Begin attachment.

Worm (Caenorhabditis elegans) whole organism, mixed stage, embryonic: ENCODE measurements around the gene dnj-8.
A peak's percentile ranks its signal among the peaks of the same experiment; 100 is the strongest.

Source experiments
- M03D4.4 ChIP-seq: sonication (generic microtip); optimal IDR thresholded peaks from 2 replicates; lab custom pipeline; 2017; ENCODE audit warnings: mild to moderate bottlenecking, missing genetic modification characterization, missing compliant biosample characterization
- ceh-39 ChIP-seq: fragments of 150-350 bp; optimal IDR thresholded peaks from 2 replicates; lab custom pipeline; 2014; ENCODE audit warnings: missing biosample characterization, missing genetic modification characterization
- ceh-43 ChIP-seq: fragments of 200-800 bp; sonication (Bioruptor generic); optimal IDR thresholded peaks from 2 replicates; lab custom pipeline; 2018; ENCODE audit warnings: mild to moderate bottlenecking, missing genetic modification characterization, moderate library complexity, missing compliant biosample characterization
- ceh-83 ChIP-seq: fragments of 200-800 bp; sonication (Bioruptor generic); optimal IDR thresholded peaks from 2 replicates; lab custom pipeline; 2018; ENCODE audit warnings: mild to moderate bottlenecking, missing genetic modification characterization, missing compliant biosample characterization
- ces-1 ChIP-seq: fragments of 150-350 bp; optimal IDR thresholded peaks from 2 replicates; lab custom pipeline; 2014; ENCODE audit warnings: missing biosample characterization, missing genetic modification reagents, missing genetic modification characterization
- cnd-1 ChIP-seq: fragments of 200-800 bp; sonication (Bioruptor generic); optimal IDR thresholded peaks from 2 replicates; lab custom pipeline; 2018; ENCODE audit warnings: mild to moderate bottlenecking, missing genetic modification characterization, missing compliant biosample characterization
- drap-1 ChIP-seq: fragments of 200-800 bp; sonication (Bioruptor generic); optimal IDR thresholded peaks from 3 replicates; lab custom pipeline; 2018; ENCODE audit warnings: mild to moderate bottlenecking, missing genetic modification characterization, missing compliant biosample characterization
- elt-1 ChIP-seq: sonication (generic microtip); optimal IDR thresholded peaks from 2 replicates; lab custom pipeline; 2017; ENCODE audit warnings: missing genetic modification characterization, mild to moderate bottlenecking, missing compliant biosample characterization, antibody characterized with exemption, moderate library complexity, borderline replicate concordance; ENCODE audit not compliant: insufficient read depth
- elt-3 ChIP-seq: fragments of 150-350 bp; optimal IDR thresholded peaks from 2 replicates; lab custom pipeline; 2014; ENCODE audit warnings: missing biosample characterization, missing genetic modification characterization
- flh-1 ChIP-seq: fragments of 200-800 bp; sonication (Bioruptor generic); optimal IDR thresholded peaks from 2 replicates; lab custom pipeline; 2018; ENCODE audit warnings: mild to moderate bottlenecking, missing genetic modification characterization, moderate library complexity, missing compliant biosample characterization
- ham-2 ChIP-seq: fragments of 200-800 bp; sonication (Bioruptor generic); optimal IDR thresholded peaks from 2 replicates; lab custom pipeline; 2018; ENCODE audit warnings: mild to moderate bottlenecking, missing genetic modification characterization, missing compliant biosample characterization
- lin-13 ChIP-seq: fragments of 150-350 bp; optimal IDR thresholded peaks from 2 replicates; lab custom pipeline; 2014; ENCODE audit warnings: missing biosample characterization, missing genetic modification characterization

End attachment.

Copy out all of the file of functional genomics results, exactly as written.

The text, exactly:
Worm (Caenorhabditis elegans) whole organism, mixed stage, embryonic: ENCODE measurements around the gene dnj-8.
A peak's percentile ranks its signal among the peaks of the same experiment; 100 is the strongest.

Source experiments
- M03D4.4 ChIP-seq: sonication (generic microtip); optimal IDR thresholded peaks from 2 replicates; lab custom pipeline; 2017; ENCODE audit warnings: mild to moderate bottlenecking, missing genetic modification characterization, missing compliant biosample characterization
- ceh-39 ChIP-seq: fragments of 150-350 bp; optimal IDR thresholded peaks from 2 replicates; lab custom pipeline; 2014; ENCODE audit warnings: missing biosample characterization, missing genetic modification characterization
- ceh-43 ChIP-seq: fragments of 200-800 bp; sonication (Bioruptor generic); optimal IDR thresholded peaks from 2 replicates; lab custom pipeline; 2018; ENCODE audit warnings: mild to moderate bottlenecking, missing genetic modification characterization, moderate library complexity, missing compliant biosample characterization
- ceh-83 ChIP-seq: fragments of 200-800 bp; sonication (Bioruptor generic); optimal IDR thresholded peaks from 2 replicates; lab custom pipeline; 2018; ENCODE audit warnings: mild to moderate bottlenecking, missing genetic modification characterization, missing compliant biosample characterization
- ces-1 ChIP-seq: fragments of 150-350 bp; optimal IDR thresholded peaks from 2 replicates; lab custom pipeline; 2014; ENCODE audit warnings: missing biosample characterization, missing genetic modification reagents, missing genetic modification characterization
- cnd-1 ChIP-seq: fragments of 200-800 bp; sonication (Bioruptor generic); optimal IDR thresholded peaks from 2 replicates; lab custom pipeline; 2018; ENCODE audit warnings: mild to moderate bottlenecking, missing genetic modification characterization, missing compliant biosample characterization
- drap-1 ChIP-seq: fragments of 200-800 bp; sonication (Bioruptor generic); optimal IDR thresholded peaks from 3 replicates; lab custom pipeline; 2018; ENCODE audit warnings: mild to moderate bottlenecking, missing genetic modification characterization, missing compliant biosample characterization
- elt-1 ChIP-seq: sonication (generic microtip); optimal IDR thresholded peaks from 2 replicates; lab custom pipeline; 2017; ENCODE audit warnings: missing genetic modification characterization, mild to moderate bottlenecking, missing compliant biosample characterization, antibody characterized with exemption, moderate library complexity, borderline replicate concordance; ENCODE audit not compliant: insufficient read depth
- elt-3 ChIP-seq: fragments of 150-350 bp; optimal IDR thresholded peaks from 2 replicates; lab custom pipeline; 2014; ENCODE audit warnings: missing biosample characterization, missing genetic modification characterization
- flh-1 ChIP-seq: fragments of 200-800 bp; sonication (Bioruptor generic); optimal IDR thresholded peaks from 2 replicates; lab custom pipeline; 2018; ENCODE audit warnings: mild to moderate bottlenecking, missing genetic modification characterization, moderate library complexity, missing compliant biosample characterization
- ham-2 ChIP-seq: fragments of 200-800 bp; sonication (Bioruptor generic); optimal IDR thresholded peaks from 2 replicates; lab custom pipeline; 2018; ENCODE audit warnings: mild to moderate bottlenecking, missing genetic modification characterization, missing compliant biosample characterization
- lin-13 ChIP-seq: fragments of 150-350 bp; optimal IDR thresholded peaks from 2 replicates; lab custom pipeline; 2014; ENCODE audit warnings: missing biosample characterization, missing genetic modification characterization